This time I take the stand.
Nobody who writes about wines expected to do so. Filippo Bartolotta finished college and after a time applied for a job in management at Vinopolis, a then new venture dedicated to wine in Bankside, a part of London that was then rather run down, but resurging.
"Don't have one," came the reply, but they did ask him if he wanted to take a post as a Sommelier. "No," he said, thinking that pouring wines for a living would be a tremendous failure, and continued to look for a job in management while staying at a friend's. When his savings were gone he went back and was told they could take him part time.
The people who launched Vinopolis expected an initial clientele of at least 1400 people per day. The actual number was closer to 40, but the 30 sommeliers from all over the world working the floor still had to open the bottles, and took advantage of the opportunity to taste and talk about the wines too; Filippo quickly got a much broader and more nuanced view of wine than he would have had he started to pour in Italy, and his conversations with the clients he served broadened his outlook even further.
The break came when Stephen Spurrier saw him tasting a wine he was pouring for a vertical, and asked him to taste with Decanter's tasting panels. After a time they asked him to write about how Barolo ages, a request that led to a trip to Piemonte and an anxiously written first article, and soon he was writing for Decanter, and also organizing corporate wine events.
And very much attached to living in London. However, he was in contact with Natalia Greggi, who was putting together a wine tour company called Le Baccanti; she asked him to do a wine tour and course in 1999, and he ended up helping her develop the packages to offer clients. They didn't agree on business strategy however, and he stayed in London, sending people her way.
Fast forward to 2002, when he returned to Italy; on the one hand he continued to write about wine, for Italian publications too, and on the other Natalia asked him to become a partner. Things worked out differently: his wife Vanessa became pregnant and lost her job as an agronomist. She redesigned Le Baccanti's website to refine its focus, and together they decided to take the company over and make it into a travel agency.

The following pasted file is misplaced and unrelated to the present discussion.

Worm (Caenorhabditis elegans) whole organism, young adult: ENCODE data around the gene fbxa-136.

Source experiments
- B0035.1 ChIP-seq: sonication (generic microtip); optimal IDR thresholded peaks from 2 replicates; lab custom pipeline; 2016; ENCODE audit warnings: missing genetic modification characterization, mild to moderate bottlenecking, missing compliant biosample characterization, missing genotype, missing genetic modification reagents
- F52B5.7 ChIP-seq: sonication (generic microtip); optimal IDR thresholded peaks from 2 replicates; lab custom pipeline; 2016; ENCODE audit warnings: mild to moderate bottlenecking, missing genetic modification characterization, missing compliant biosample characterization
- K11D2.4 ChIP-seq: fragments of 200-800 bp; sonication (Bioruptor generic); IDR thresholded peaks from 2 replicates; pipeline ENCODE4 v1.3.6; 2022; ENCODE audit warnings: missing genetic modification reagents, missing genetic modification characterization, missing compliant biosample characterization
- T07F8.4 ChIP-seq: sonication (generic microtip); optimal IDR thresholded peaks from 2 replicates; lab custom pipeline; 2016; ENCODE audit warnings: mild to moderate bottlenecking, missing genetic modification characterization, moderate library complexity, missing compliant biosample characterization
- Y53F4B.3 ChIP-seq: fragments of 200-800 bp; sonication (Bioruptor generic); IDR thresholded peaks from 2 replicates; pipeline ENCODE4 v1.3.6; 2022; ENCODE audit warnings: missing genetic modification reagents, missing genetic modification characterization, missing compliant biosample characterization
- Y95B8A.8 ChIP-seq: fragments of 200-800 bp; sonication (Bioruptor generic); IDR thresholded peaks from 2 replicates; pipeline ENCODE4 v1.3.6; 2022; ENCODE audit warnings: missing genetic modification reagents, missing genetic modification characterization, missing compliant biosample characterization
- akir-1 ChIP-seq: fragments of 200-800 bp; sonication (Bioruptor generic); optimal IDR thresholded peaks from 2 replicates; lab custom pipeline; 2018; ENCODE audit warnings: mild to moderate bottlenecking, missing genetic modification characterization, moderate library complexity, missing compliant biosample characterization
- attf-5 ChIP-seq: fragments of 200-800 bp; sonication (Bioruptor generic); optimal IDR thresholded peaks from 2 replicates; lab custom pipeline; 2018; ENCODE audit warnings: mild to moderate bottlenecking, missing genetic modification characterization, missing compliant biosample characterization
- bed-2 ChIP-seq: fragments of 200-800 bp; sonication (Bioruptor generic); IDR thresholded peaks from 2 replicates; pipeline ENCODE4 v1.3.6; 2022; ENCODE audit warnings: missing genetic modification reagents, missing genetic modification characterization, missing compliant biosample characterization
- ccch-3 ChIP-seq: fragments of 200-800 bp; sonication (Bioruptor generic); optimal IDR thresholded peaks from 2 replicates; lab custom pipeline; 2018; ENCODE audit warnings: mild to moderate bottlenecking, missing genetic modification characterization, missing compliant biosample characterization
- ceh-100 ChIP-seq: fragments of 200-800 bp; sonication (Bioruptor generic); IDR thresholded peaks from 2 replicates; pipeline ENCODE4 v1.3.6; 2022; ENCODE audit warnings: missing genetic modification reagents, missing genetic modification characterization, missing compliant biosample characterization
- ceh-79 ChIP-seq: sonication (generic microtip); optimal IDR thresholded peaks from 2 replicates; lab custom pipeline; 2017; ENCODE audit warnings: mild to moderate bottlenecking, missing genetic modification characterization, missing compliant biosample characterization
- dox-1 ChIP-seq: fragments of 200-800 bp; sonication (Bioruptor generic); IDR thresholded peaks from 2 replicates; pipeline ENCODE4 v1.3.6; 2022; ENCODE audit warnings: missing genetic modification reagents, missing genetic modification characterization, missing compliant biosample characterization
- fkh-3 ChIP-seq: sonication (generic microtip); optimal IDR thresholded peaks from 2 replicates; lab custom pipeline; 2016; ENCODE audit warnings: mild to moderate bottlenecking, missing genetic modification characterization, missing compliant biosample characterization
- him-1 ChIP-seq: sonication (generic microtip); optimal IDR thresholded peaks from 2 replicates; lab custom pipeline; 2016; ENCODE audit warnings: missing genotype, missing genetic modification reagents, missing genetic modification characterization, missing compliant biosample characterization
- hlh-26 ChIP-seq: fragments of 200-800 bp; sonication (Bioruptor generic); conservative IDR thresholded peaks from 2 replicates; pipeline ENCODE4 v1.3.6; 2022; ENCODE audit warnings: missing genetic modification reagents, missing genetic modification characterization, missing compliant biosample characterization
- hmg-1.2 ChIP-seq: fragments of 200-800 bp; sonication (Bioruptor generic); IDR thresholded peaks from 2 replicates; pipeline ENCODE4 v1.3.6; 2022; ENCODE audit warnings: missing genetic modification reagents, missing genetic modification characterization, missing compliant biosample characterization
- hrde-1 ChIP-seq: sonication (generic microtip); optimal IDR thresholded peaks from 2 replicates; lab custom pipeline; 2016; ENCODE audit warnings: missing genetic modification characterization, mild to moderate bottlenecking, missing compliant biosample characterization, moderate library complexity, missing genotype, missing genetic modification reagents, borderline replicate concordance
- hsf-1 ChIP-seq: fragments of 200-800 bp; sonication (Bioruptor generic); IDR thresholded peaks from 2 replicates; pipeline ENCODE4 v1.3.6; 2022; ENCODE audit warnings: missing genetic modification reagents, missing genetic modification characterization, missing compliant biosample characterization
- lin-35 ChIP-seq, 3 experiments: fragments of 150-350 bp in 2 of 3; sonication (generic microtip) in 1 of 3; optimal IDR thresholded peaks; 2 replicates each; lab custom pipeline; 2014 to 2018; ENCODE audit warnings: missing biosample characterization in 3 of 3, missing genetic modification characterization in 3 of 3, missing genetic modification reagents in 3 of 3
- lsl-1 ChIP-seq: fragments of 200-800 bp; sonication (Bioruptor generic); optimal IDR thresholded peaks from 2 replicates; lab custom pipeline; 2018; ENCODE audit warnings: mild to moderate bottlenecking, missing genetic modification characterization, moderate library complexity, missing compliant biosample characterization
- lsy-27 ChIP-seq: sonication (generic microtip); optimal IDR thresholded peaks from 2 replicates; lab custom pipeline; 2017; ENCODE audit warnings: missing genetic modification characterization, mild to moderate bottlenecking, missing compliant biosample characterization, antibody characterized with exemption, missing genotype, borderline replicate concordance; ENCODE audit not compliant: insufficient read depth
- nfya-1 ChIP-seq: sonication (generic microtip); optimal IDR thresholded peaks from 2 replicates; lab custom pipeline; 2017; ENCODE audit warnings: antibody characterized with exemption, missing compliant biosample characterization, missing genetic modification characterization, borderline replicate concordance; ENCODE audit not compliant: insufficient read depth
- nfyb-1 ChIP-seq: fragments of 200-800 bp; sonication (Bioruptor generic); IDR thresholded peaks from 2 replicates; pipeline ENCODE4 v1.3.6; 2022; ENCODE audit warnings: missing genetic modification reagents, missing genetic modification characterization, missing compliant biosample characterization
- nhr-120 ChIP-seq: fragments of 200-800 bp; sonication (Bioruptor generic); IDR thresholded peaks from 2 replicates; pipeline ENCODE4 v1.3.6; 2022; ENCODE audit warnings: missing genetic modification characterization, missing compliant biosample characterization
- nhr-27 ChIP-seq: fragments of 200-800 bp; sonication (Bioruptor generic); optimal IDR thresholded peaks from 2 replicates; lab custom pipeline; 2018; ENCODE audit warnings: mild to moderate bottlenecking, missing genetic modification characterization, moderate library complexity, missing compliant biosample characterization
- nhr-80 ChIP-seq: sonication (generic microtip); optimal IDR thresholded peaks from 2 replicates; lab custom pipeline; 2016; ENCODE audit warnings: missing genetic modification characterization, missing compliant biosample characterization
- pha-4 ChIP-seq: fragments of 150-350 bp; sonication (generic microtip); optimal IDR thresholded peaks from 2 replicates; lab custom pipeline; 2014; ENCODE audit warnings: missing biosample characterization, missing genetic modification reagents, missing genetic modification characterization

And are still there, but it's not that simple. They initially aimed at the British market, but the Web knows no borders and their first important client was an American bent on a family reunion; Filippo offered the party (about 30) the sorts of wine and cultural activities he offered his British corporate clients and the Americans had a great time. More came, and soon Le Baccanti was focusing on the places Americans wanted to go -- Rome and the Alban Hills, Venice, Amalfi, the Riviera Ligure, Milano, the Lake district, and so on, and also organizing second trips for repeat customers, taking, for example, people they had already shown Chianti to to hunt white truffles (and discover harpsichord makers) in Piemonte's Langhe.
Then 2008 rolled around, and the phones went dead. "I had a down payment for a trip from a banker," he recalls, "and his phone stopped working. We didn't know what to do."
He did have people's email addresses, however, and decided to reverse directions, setting up a package called "Italy at Your Table" and offering it to his clients. They bit, and he soon had 30 appointments all across the US, at which he poured fine wines of the sorts people in smaller American towns simply cannot find, served quality Italian foodstuffs, and made contact after contact, finding himself one day in the White House, discussing how to promote nutrition with the White House Chefs. "It was a round table, and I was the Italian," he says, adding that in the US Italy and the Mediterranean diet, with its combination of grains, proteins, and greens, is seen by some as a model for nutrition. "In Italy we don't realize what we have."
What was initially touring has also become education, and at the same time a new branch of the business. People want direct, unfiltered contact -- you introduce people to foods and wines in their homes, tall stories and cook together in their kitchens, and it comes full circle; this is what people want and what works. Food and wine become the heart of a social network that operates at several scales; in addition to visiting people's homes he has held events at much larger venues, for example the New York's Metropolitan Museum
What does he like most about what he does? People's curiosity and eagerness to learn. It's not automatic of course; the curiosity of the client must be met by an eagerness to communicate on the part of the producer or cook. "We're in the business of building memories people will share with their grandchildren," he says.
I envy him.
Published Simultaneously by IGP, I Giovani Promettenti. We Are:
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